usability = good business.

How does a Web page’s usability — its ability to easily deliver what its users want — impact business? Last week, that factor determined which of three hotels in Lake Placid I used when going up a day early for the SUNY CUAD conference.

The budget hotel I planned to use the night before the conference was further out than expected, so I pulled into a parking lot with three downtown hotels in view and pulled out my iPhone. This night was coming out of my own pocket, so I really just wanted a bed at a reasonable rate. You’d think price information would be easy to find on their Web sites, right?

Choices from Hotel A’s main page don’t help. The Online Reservation option sends to a third-party page requiring me to fill in a form, including lots of typing and pull-down menus. Not great on the mobile Web. Are the rates are listed elsewhere? Not under Specials, unless you want a two-night golf package. Lodging? Just big glowing room descriptions. The site isn’t designed with users in mind.

I want to give Hotel B a bit more of a shot, feeling guilty about using its parking lot as I surf. OK, Rates and Availability clearly listed. Work a few pulldown menus, and hit enter. That brings me … back to the original page and asks me to re-enter the data. I do again. And get bounced again. The submission form is either a) broken, or b) won’t work with an iPhone. Next!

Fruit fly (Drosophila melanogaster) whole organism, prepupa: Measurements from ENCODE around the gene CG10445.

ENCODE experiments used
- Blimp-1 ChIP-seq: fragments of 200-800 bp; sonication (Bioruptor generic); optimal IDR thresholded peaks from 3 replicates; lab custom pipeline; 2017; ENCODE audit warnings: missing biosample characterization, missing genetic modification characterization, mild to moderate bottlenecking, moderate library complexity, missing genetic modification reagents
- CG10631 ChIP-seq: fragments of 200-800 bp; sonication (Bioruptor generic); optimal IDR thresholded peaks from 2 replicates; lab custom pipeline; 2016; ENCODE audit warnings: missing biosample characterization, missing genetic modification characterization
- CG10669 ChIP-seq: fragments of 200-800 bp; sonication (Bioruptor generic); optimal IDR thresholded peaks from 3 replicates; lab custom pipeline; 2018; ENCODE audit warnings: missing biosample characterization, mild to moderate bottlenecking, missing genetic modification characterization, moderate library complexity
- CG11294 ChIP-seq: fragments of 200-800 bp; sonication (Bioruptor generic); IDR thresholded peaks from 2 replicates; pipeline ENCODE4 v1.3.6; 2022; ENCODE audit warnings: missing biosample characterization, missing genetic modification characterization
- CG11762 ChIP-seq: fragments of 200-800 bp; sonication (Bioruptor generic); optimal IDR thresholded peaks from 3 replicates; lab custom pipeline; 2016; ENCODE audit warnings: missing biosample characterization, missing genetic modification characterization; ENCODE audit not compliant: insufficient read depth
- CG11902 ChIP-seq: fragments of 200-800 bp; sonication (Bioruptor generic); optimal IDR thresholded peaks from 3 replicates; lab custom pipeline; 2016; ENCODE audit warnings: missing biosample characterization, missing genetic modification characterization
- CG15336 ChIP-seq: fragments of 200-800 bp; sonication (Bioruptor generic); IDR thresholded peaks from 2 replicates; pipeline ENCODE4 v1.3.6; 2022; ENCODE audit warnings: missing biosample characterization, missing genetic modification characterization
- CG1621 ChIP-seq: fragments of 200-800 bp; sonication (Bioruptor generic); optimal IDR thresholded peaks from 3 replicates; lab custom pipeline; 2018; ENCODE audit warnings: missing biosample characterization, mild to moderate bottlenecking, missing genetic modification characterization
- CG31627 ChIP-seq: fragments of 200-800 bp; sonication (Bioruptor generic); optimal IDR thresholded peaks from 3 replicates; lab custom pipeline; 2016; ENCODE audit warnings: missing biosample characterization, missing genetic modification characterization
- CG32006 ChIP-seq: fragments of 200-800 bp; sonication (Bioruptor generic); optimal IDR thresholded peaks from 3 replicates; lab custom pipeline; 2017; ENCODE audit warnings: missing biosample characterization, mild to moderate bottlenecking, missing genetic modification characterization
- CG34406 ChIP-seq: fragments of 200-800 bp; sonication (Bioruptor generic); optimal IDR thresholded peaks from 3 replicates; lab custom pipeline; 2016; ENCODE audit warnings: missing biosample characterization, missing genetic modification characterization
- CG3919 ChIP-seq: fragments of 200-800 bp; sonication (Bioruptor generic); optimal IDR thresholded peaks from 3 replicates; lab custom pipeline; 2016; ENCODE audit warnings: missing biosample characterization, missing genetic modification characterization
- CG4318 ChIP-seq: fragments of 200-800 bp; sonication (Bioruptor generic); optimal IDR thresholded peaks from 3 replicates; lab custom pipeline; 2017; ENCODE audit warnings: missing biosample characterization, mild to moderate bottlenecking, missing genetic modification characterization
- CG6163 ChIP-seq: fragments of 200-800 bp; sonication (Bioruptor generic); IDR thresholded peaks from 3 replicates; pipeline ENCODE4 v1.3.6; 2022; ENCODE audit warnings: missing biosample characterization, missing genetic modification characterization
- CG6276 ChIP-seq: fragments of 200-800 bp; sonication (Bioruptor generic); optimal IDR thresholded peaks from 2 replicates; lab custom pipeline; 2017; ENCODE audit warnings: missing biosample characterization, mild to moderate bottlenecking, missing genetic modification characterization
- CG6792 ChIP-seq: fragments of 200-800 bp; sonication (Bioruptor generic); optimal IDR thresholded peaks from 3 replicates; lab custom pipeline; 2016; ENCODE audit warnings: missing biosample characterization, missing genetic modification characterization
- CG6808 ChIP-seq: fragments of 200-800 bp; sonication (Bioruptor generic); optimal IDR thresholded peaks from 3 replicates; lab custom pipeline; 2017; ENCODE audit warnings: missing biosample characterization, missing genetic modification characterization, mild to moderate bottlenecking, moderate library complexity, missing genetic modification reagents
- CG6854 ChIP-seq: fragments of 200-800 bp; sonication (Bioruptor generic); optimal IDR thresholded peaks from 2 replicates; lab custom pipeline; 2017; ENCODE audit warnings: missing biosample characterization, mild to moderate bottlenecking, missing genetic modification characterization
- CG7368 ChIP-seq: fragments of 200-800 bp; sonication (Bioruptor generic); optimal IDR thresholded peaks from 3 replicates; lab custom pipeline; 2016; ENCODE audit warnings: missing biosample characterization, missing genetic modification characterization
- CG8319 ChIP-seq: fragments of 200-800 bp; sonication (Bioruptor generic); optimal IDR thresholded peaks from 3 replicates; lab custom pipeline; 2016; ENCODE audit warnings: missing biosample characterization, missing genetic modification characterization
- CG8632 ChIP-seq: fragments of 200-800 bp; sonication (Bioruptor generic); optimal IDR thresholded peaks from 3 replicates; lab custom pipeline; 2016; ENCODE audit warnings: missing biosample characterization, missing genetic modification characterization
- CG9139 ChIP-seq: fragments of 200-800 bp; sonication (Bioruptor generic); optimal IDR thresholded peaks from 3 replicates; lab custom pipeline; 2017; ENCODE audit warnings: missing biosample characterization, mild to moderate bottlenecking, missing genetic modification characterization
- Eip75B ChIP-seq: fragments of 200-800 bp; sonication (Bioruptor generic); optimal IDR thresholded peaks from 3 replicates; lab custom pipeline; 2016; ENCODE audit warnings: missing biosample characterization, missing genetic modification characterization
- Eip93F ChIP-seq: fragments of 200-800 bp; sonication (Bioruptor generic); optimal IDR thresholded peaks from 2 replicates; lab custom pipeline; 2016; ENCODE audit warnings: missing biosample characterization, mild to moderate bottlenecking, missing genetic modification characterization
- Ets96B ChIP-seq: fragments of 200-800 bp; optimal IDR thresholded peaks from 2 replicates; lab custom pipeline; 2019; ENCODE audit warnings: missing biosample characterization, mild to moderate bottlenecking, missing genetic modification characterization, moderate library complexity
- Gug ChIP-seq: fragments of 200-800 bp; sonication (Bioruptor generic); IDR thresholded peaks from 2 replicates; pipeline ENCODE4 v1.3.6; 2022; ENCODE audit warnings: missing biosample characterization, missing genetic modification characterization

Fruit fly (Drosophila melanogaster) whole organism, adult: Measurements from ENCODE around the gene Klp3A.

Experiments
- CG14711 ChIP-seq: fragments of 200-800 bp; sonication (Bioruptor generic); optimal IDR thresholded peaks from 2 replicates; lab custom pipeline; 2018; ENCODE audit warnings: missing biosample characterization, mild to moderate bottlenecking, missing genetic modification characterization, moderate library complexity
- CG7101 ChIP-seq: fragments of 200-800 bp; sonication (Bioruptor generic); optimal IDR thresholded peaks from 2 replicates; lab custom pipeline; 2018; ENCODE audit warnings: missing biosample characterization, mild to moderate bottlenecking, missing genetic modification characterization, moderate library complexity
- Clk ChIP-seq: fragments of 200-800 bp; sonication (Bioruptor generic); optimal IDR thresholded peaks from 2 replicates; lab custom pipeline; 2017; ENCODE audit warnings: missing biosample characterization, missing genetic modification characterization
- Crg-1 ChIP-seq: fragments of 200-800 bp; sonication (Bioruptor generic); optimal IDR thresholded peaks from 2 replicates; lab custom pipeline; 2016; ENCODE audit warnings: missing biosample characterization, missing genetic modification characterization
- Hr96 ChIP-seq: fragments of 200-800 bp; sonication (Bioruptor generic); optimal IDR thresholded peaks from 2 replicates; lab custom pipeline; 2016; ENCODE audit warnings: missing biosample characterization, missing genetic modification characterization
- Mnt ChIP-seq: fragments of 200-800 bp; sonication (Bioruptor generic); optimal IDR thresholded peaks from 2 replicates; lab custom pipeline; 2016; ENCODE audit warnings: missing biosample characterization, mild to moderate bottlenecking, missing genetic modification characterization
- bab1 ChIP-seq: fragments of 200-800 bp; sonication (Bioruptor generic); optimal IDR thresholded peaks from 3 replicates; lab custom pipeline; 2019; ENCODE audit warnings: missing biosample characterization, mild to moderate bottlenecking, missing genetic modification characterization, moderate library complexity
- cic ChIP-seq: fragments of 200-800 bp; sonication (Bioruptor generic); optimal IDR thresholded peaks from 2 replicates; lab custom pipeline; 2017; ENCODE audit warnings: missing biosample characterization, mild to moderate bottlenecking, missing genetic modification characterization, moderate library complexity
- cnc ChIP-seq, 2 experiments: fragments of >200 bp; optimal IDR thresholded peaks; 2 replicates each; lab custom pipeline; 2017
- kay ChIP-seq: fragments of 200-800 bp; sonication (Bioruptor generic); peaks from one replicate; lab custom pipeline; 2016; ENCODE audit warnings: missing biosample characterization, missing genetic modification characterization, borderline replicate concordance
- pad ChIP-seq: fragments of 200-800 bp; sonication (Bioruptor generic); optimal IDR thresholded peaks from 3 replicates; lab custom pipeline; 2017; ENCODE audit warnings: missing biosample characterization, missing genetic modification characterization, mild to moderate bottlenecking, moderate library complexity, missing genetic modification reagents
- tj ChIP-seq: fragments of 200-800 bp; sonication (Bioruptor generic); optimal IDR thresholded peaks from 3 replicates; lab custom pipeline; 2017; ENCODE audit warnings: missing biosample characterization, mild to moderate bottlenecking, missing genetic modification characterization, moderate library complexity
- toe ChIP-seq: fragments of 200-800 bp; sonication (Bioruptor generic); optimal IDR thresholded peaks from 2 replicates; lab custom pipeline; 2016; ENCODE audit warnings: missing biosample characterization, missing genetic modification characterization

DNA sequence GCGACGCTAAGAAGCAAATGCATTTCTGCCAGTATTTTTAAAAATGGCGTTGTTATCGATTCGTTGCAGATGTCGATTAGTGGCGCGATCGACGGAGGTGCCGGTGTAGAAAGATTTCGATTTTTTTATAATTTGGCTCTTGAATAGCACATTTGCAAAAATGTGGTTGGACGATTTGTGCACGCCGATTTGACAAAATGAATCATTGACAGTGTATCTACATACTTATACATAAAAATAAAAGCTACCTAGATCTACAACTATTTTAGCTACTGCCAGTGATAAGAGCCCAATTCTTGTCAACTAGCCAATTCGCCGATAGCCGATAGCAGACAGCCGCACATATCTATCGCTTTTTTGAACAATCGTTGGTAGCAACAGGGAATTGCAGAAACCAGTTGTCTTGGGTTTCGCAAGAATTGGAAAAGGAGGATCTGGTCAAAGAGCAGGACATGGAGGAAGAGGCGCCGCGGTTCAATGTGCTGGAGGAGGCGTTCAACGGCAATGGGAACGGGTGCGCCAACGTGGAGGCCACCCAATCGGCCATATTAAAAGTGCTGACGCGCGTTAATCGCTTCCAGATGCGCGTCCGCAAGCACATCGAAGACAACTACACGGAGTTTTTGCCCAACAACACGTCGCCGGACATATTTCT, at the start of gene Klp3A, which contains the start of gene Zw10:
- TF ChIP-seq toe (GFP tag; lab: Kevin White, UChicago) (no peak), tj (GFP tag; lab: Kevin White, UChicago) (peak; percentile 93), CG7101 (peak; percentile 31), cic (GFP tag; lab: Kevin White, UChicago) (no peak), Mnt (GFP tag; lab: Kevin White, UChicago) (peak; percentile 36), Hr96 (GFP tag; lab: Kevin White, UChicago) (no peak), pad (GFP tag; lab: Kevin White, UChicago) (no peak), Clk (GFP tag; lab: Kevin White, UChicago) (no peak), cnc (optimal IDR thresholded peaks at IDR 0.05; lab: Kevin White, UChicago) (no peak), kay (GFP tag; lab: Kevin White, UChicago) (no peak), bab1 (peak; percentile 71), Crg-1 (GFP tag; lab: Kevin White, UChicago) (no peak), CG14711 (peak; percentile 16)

Hotel C has a page labeled Rates. I click and, voila, it gives me — wait for it — rates! They look reasonable, and minutes later I check into Northwoods Inn at a reasonable price for a wonderful view of Mirror Lake, a kitchenette and a nice bed. Truth is, all I wanted was the bed … the rest was a bonus.

Fig. A: The view of Mirror Lake at dusk. Priceless.

Fig. A: The view of Mirror Lake at dusk. Priceless.

Fig. B: A kitchenette ... with a second TV!

Fig. B: A kitchenette ... with a second TV!

So why do hotels — or sellers of anything — make it so hard to find out how much something costs? Do they think that once you’ve clicked through countless pages and filled out forms that you’ll feel sufficiently committed to close the sale?

Similarly, Mary Beth Kurilko made a great point during her SUNY CUAD presentation: The thing parents most want when they come to college Web sites is how much the school costs. So what do most colleges do? Make it as hard to find as possible, as if we’re ashamed of it. With a tight economy, most consumers — of hotels or schools or products — are looking for value. If we make this hard to find, we shouldn’t be surprised if frustrated users keep looking down the road.

2 Comments

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2 responses to “usability = good business.

  1. Tim next time try this site to find what is around you and what people are paying.

    http://www.biddingfortravel.com

    They track and report priceline bids.
    They also show any hotel that Priceline uses.

    I use Priceline and hotwire the same day.

    Hotwire will even give your price before you pick

  2. Seems like that for any kind of travel, whether it’s hotels, rental cars, or flights. There’s the price….and then the actual price you end up paying after countless fees, and tax on top. Why can’t they just have that up front?!!@#$

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